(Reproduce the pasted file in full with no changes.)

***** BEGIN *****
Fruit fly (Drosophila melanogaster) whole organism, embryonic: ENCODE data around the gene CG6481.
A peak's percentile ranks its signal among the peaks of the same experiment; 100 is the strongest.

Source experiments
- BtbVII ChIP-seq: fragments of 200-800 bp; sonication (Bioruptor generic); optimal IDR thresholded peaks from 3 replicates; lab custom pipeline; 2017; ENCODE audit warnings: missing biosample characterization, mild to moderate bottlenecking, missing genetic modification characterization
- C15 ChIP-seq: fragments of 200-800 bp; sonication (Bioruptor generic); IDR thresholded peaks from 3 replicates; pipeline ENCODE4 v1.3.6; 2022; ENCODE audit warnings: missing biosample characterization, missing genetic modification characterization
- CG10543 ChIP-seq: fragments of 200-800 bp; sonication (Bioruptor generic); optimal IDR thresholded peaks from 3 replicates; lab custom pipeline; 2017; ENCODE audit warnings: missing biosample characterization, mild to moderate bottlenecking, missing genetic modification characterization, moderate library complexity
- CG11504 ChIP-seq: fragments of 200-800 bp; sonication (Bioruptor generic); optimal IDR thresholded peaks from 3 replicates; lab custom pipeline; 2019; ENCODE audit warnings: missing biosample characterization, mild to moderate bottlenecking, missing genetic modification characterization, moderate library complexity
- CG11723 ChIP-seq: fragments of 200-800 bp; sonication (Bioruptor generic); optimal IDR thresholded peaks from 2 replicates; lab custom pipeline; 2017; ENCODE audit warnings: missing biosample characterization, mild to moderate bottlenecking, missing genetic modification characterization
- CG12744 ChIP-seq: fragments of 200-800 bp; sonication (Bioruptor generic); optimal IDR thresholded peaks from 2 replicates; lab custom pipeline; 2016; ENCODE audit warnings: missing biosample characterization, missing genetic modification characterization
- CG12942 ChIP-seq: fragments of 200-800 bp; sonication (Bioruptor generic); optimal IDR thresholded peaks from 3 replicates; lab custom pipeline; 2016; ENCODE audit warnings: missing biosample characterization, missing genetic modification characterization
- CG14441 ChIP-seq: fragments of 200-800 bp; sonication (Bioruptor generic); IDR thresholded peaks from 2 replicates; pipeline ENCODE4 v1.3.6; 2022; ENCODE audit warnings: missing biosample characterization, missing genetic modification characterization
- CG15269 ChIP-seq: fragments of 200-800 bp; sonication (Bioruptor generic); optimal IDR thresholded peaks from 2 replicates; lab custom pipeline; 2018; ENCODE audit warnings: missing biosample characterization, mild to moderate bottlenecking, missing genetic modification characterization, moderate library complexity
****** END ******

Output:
Fruit fly (Drosophila melanogaster) whole organism, embryonic: ENCODE data around the gene CG6481.
A peak's percentile ranks its signal among the peaks of the same experiment; 100 is the strongest.

Source experiments
- BtbVII ChIP-seq: fragments of 200-800 bp; sonication (Bioruptor generic); optimal IDR thresholded peaks from 3 replicates; lab custom pipeline; 2017; ENCODE audit warnings: missing biosample characterization, mild to moderate bottlenecking, missing genetic modification characterization
- C15 ChIP-seq: fragments of 200-800 bp; sonication (Bioruptor generic); IDR thresholded peaks from 3 replicates; pipeline ENCODE4 v1.3.6; 2022; ENCODE audit warnings: missing biosample characterization, missing genetic modification characterization
- CG10543 ChIP-seq: fragments of 200-800 bp; sonication (Bioruptor generic); optimal IDR thresholded peaks from 3 replicates; lab custom pipeline; 2017; ENCODE audit warnings: missing biosample characterization, mild to moderate bottlenecking, missing genetic modification characterization, moderate library complexity
- CG11504 ChIP-seq: fragments of 200-800 bp; sonication (Bioruptor generic); optimal IDR thresholded peaks from 3 replicates; lab custom pipeline; 2019; ENCODE audit warnings: missing biosample characterization, mild to moderate bottlenecking, missing genetic modification characterization, moderate library complexity
- CG11723 ChIP-seq: fragments of 200-800 bp; sonication (Bioruptor generic); optimal IDR thresholded peaks from 2 replicates; lab custom pipeline; 2017; ENCODE audit warnings: missing biosample characterization, mild to moderate bottlenecking, missing genetic modification characterization
- CG12744 ChIP-seq: fragments of 200-800 bp; sonication (Bioruptor generic); optimal IDR thresholded peaks from 2 replicates; lab custom pipeline; 2016; ENCODE audit warnings: missing biosample characterization, missing genetic modification characterization
- CG12942 ChIP-seq: fragments of 200-800 bp; sonication (Bioruptor generic); optimal IDR thresholded peaks from 3 replicates; lab custom pipeline; 2016; ENCODE audit warnings: missing biosample characterization, missing genetic modification characterization
- CG14441 ChIP-seq: fragments of 200-800 bp; sonication (Bioruptor generic); IDR thresholded peaks from 2 replicates; pipeline ENCODE4 v1.3.6; 2022; ENCODE audit warnings: missing biosample characterization, missing genetic modification characterization
- CG15269 ChIP-seq: fragments of 200-800 bp; sonication (Bioruptor generic); optimal IDR thresholded peaks from 2 replicates; lab custom pipeline; 2018; ENCODE audit warnings: missing biosample characterization, mild to moderate bottlenecking, missing genetic modification characterization, moderate library complexity